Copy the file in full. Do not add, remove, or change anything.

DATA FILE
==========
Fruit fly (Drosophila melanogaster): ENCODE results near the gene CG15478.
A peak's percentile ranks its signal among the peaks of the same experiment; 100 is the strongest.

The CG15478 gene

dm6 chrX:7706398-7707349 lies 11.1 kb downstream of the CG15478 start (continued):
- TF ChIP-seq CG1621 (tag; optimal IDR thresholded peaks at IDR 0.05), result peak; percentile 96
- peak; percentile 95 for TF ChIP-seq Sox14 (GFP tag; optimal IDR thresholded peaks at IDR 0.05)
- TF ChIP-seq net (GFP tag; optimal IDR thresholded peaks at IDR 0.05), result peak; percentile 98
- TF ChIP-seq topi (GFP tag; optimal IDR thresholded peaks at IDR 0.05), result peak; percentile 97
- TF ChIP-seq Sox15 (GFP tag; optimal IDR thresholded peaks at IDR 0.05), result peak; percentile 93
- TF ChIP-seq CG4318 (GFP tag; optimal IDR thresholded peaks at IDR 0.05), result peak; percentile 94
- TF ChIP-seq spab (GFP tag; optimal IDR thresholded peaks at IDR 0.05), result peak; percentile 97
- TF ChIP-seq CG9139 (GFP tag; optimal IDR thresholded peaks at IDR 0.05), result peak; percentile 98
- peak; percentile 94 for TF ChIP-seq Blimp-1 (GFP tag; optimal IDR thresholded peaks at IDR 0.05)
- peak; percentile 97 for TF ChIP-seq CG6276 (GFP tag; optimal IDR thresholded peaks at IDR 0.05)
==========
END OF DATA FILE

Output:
Fruit fly (Drosophila melanogaster): ENCODE results near the gene CG15478.
A peak's percentile ranks its signal among the peaks of the same experiment; 100 is the strongest.

The CG15478 gene

dm6 chrX:7706398-7707349 lies 11.1 kb downstream of the CG15478 start (continued):
- TF ChIP-seq CG1621 (tag; optimal IDR thresholded peaks at IDR 0.05), result peak; percentile 96
- peak; percentile 95 for TF ChIP-seq Sox14 (GFP tag; optimal IDR thresholded peaks at IDR 0.05)
- TF ChIP-seq net (GFP tag; optimal IDR thresholded peaks at IDR 0.05), result peak; percentile 98
- TF ChIP-seq topi (GFP tag; optimal IDR thresholded peaks at IDR 0.05), result peak; percentile 97
- TF ChIP-seq Sox15 (GFP tag; optimal IDR thresholded peaks at IDR 0.05), result peak; percentile 93
- TF ChIP-seq CG4318 (GFP tag; optimal IDR thresholded peaks at IDR 0.05), result peak; percentile 94
- TF ChIP-seq spab (GFP tag; optimal IDR thresholded peaks at IDR 0.05), result peak; percentile 97
- TF ChIP-seq CG9139 (GFP tag; optimal IDR thresholded peaks at IDR 0.05), result peak; percentile 98
- peak; percentile 94 for TF ChIP-seq Blimp-1 (GFP tag; optimal IDR thresholded peaks at IDR 0.05)
- peak; percentile 97 for TF ChIP-seq CG6276 (GFP tag; optimal IDR thresholded peaks at IDR 0.05)